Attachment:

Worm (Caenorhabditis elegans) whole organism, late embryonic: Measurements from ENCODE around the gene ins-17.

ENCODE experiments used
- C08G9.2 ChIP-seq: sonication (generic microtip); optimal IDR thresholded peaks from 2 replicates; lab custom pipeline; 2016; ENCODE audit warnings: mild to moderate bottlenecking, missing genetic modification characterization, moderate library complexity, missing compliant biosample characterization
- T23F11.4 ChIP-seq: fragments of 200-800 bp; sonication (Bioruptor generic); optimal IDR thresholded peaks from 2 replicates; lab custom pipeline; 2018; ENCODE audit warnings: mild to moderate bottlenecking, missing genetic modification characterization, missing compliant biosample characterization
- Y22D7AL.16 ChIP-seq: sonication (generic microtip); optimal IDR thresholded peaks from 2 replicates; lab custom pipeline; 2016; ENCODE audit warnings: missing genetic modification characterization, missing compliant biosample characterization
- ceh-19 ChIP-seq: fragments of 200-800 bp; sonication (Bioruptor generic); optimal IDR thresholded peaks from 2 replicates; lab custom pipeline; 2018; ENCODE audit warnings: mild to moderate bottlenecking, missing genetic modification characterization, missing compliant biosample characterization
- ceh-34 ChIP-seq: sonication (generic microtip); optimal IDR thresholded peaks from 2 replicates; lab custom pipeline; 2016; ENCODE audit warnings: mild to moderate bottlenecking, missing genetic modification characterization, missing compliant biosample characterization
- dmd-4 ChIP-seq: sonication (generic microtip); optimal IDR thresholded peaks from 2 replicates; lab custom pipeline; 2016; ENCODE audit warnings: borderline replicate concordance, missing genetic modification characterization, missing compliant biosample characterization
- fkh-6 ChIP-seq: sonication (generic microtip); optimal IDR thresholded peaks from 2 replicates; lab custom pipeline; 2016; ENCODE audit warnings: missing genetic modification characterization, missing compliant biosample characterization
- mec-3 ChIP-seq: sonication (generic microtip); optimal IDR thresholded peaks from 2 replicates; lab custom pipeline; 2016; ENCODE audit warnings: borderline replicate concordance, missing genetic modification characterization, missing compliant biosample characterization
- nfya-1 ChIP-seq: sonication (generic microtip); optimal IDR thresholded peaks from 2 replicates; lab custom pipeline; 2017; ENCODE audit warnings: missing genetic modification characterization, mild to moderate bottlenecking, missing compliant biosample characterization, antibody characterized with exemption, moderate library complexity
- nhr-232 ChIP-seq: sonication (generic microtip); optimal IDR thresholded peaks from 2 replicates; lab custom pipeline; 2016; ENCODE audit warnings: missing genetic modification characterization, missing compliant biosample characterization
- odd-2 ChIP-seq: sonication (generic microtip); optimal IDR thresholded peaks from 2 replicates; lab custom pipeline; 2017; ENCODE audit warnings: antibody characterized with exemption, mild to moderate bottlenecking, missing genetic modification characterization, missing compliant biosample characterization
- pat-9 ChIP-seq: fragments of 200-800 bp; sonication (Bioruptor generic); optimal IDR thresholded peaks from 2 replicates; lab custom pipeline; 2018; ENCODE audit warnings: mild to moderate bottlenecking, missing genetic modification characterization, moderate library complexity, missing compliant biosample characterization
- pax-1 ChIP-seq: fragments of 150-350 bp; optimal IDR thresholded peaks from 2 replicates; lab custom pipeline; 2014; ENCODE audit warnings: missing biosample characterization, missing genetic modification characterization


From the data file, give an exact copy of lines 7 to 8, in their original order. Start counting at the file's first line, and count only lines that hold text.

- ceh-34 ChIP-seq: sonication (generic microtip); optimal IDR thresholded peaks from 2 replicates; lab custom pipeline; 2016; ENCODE audit warnings: mild to moderate bottlenecking, missing genetic modification characterization, missing compliant biosample characterization
- dmd-4 ChIP-seq: sonication (generic microtip); optimal IDR thresholded peaks from 2 replicates; lab custom pipeline; 2016; ENCODE audit warnings: borderline replicate concordance, missing genetic modification characterization, missing compliant biosample characterization